Movies

'Ala Vaikunthapurramuloo' and 'Sarileru Neekevvaru': Big-budget planning masterclass

It is no longer about how long a film stays in the theatres, but what it manages to collect in the first few days

For fans, a festival is when their favourite hero’s film is released. With footfall to theatres receding fast, producers bankrolling big-budget projects scour calendars to schedule the release of their films during festivals, that ensure at least four holidays including a weekend. It’s no longer about how many weeks a film runs. It’s about how much a film can collect in a few days banking on the fanatical following. In fact, the most common excuse these days with families who’re not die-hard fans is, "Wait for a couple of weeks and we can watch it at home."

Producers of prospective blockbusters are in a precarious, perilous state these days because if the film flops only they lose unless they’ve sold the film outright. So planning is crucial. Two favourite times of the year in the South are Pongal/ Sankranthi and Deepavali. When the release of a Rajinikanth-starrer is announced, producers in all the South Indian industries are wary. Such is the box-office power the man still exudes.

This January apparently it was decided that ‘Ala Vaikuntapuramlo’ starring Allu Arjun and ‘Sarileru Neekevvaru’ boasting Mahesh Babu would release on the same day as ‘Darbar’ and may the best man win, because with stars... it’s always about them. Rajini’s film was released two days prior to the other two, meaning more shows in more halls.

Trivikram Srinivas whose ‘Ala Vaikuntapuramlo’ was released a couple of days later, is known to deliver when he works with superstars since he doesn’t seem to be overawed by their presence and knows what will excite their fans. He’s had a chequered career, but stars have enough faith in him and he’s bounced back after disasters. He selects interesting titles too. Trivikram goes back to cradle swapping for his latest with Allu Arjun. The film stutters in the first half but settles down to serious business in the second with the hero realising he’s in the wrong place. Heroes in Telugu films living in a stranger’s house and repairing troubled situations and broken hearts while vanquishing villains is a proven formula in itself. That’s what happens here too. The difference is that the heroine lives elsewhere. It’s an Allu Arjun film, so the heroine has little to do. When Trivikram is stuck with the proceedings he makes Allu Arjun dance to various hit songs in a boardroom. Of course, there are his uncle Chiranjeevi’s numbers and the proud nephew doesn’t forget to mention Chiru is a dancer non pariel. Allu Arjun carries the film on his shoulders with his effortless dancing, dialogue delivery and attitude which more than compensates his average physical presence.

'Ala Vaikunthapurramuloo' and 'Sarileru Neekevvaru': Big-budget planning masterclass

Mahesh Babu, I think, changed the Telugu hero’s attire from flashy costumes to casual, comfortable wear with sober colours. The title ‘Sarileru Neekevvaru’ has a double meaning. It’s supposed to be about the armed forces but for fans it describes their hero perfectly. Telugu directors have an uncanny ability to tick all the boxes that’ll satiate fans, have families sniffling into their kerchiefs and the icing is that the director whips up the right amounts of nationalistic fervor. Again we have the hero going to stay with a friend’s family and helping them with all their problems which includes beating the scum of the earth to pulp, even one hundred at a time. Only in our films does the hero react in slow motion when summoned to look into a dire situation like diffusing a bomb! Also, the heroine falls all over the leading man begging him to marry her while continuously praising his physique, especially fair skin.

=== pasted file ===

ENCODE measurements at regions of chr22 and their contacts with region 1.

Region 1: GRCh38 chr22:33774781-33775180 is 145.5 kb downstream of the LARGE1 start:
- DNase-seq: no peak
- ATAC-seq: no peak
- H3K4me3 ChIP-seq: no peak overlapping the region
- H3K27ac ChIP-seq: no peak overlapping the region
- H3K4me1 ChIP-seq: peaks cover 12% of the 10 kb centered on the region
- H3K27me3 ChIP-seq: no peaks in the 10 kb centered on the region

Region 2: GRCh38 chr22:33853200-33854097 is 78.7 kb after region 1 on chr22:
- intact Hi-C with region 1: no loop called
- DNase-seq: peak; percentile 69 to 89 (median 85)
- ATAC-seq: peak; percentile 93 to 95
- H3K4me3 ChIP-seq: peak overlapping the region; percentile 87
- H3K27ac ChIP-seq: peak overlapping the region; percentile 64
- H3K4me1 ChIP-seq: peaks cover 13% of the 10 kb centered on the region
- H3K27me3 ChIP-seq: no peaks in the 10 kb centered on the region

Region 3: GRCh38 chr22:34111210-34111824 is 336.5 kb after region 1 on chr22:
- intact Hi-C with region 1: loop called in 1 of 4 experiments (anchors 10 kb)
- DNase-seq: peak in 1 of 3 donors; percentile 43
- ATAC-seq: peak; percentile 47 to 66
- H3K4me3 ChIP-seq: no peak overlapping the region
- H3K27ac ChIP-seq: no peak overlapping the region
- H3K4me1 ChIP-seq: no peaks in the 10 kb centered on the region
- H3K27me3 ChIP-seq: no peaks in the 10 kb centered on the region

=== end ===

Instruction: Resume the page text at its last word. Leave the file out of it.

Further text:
The main advantage of nepotism in the film industry, is that star sons earn while they learn. While Allu Arjun has groomed himself appearance-wise, and honed his acting skills, Mahesh Babu is no longer stiff. He’s let his guard down, loosened his limbs and there is modulation in his dialogue delivery. I rate this his best performance especially in a film that’s good only in patches. Prakash Raj is menacing, but his transformation is unconvincing and ends up looking clownish. Pray, where is the gifted Brahmanandam?

Star sons still invoke their father’s names in films in an effort to evoke applause from their fans. If Allu Arjun refers to his uncle Chiranjeevi’s dancing skills, director Anil goes a step further and likens Mahesh Babu’s character to his father Krishna’s in ‘Alluri Seetharama Raju’,which is a 36-year-old film! Anyway, fans are fighting a bitter battle on various platforms about which film is better and has collected more, which is more entertaining and interesting.

sshivu@yahoo.com

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Printable version | Feb 20, 2020 2:14:57 PM | https://www.thehindu.com/entertainment/movies/ala-vaikunthapurramuloo-and-sarileru-neekevvaru-big-budget-planning-masterclass/article30632797.ece

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